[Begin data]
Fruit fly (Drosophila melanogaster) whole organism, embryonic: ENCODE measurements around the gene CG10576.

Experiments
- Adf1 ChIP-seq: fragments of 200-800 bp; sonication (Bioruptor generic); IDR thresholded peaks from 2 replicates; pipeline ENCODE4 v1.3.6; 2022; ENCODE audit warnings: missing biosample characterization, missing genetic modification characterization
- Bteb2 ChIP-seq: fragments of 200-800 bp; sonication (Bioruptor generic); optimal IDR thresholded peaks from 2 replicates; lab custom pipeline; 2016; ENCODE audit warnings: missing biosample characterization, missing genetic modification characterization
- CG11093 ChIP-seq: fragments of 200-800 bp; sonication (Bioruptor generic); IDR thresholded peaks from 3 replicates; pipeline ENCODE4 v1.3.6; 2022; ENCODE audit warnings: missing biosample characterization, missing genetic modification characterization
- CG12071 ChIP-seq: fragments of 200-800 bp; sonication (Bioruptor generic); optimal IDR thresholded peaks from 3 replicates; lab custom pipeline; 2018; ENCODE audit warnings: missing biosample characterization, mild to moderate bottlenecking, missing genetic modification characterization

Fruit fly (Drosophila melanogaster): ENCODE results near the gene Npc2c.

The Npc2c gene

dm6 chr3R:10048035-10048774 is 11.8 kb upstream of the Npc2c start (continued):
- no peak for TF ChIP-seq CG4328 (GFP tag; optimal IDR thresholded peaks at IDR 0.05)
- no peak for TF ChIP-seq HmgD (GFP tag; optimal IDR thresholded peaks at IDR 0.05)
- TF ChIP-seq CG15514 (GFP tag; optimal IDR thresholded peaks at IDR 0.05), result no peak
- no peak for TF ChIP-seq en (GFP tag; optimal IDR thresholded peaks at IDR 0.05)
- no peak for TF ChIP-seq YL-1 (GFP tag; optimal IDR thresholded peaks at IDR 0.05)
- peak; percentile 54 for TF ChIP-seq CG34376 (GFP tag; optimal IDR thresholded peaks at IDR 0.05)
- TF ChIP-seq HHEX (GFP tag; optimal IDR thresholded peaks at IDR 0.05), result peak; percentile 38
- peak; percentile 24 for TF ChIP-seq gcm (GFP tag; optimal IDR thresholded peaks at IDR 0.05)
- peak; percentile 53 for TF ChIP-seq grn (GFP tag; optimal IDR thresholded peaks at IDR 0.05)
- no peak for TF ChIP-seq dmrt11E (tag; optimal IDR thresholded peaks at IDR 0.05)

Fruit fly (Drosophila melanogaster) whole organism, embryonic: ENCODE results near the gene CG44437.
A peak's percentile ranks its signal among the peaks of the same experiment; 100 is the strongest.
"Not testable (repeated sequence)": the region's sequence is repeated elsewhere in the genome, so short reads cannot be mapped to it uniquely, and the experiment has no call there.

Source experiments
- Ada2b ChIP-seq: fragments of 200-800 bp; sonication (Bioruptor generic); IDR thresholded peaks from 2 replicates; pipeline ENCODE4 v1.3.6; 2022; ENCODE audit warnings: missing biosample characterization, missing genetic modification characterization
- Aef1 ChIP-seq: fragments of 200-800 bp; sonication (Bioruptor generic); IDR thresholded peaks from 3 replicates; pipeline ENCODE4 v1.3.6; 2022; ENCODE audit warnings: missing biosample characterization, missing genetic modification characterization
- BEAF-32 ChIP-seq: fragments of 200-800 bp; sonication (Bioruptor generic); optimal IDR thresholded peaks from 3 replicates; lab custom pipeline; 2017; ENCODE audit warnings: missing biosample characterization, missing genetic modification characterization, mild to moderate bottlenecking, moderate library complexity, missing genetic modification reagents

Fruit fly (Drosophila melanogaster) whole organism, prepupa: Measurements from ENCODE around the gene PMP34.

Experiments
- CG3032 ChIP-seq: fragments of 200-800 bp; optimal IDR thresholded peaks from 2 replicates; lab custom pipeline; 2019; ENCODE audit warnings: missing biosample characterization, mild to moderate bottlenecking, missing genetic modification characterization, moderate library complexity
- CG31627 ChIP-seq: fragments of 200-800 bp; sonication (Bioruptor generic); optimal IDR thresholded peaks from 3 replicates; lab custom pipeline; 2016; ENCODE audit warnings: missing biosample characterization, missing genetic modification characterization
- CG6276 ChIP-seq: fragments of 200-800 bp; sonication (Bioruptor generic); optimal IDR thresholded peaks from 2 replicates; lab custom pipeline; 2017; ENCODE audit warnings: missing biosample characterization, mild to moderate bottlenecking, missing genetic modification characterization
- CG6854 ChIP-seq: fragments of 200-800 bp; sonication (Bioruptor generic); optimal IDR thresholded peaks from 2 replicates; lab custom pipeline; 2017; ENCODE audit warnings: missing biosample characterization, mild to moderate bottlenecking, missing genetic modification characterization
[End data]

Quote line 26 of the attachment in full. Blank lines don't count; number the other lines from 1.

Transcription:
- BEAF-32 ChIP-seq: fragments of 200-800 bp; sonication (Bioruptor generic); optimal IDR thresholded peaks from 3 replicates; lab custom pipeline; 2017; ENCODE audit warnings: missing biosample characterization, missing genetic modification characterization, mild to moderate bottlenecking, moderate library complexity, missing genetic modification reagents